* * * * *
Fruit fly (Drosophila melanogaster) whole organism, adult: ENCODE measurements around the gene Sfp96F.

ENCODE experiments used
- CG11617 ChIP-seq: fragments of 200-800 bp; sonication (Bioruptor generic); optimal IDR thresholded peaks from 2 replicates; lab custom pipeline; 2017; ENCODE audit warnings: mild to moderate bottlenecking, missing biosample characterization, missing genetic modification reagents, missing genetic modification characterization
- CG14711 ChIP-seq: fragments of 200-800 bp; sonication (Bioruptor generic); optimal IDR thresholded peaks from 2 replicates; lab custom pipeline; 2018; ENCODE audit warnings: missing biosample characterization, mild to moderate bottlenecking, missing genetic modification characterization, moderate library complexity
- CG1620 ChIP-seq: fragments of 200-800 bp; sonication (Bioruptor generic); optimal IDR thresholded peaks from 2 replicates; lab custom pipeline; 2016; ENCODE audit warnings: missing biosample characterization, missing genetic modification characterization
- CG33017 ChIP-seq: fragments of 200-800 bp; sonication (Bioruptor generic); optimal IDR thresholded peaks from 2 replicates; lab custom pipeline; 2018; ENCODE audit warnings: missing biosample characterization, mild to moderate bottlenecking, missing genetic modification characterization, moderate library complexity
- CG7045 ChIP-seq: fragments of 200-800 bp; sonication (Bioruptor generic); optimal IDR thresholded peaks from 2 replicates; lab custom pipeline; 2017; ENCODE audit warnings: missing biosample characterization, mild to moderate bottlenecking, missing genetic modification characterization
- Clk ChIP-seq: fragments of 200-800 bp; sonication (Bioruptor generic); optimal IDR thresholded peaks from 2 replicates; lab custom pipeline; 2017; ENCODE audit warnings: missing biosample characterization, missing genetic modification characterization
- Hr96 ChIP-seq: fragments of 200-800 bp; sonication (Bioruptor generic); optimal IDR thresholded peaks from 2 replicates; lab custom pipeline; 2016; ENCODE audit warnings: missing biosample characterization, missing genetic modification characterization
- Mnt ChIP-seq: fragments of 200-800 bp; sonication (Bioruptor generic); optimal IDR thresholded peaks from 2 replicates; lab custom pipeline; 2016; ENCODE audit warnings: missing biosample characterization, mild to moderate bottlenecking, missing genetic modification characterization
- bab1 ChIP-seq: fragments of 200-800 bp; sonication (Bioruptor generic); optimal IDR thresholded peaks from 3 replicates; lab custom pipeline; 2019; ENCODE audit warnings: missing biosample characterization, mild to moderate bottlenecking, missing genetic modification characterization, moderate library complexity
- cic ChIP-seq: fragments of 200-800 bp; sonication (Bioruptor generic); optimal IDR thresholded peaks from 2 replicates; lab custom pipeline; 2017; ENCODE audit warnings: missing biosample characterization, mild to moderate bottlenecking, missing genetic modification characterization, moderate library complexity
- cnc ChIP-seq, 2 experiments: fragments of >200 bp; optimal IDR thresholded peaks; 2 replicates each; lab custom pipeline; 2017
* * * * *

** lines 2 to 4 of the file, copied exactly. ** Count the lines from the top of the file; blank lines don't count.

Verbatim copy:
ENCODE experiments used
- CG11617 ChIP-seq: fragments of 200-800 bp; sonication (Bioruptor generic); optimal IDR thresholded peaks from 2 replicates; lab custom pipeline; 2017; ENCODE audit warnings: mild to moderate bottlenecking, missing biosample characterization, missing genetic modification reagents, missing genetic modification characterization
- CG14711 ChIP-seq: fragments of 200-800 bp; sonication (Bioruptor generic); optimal IDR thresholded peaks from 2 replicates; lab custom pipeline; 2018; ENCODE audit warnings: missing biosample characterization, mild to moderate bottlenecking, missing genetic modification characterization, moderate library complexity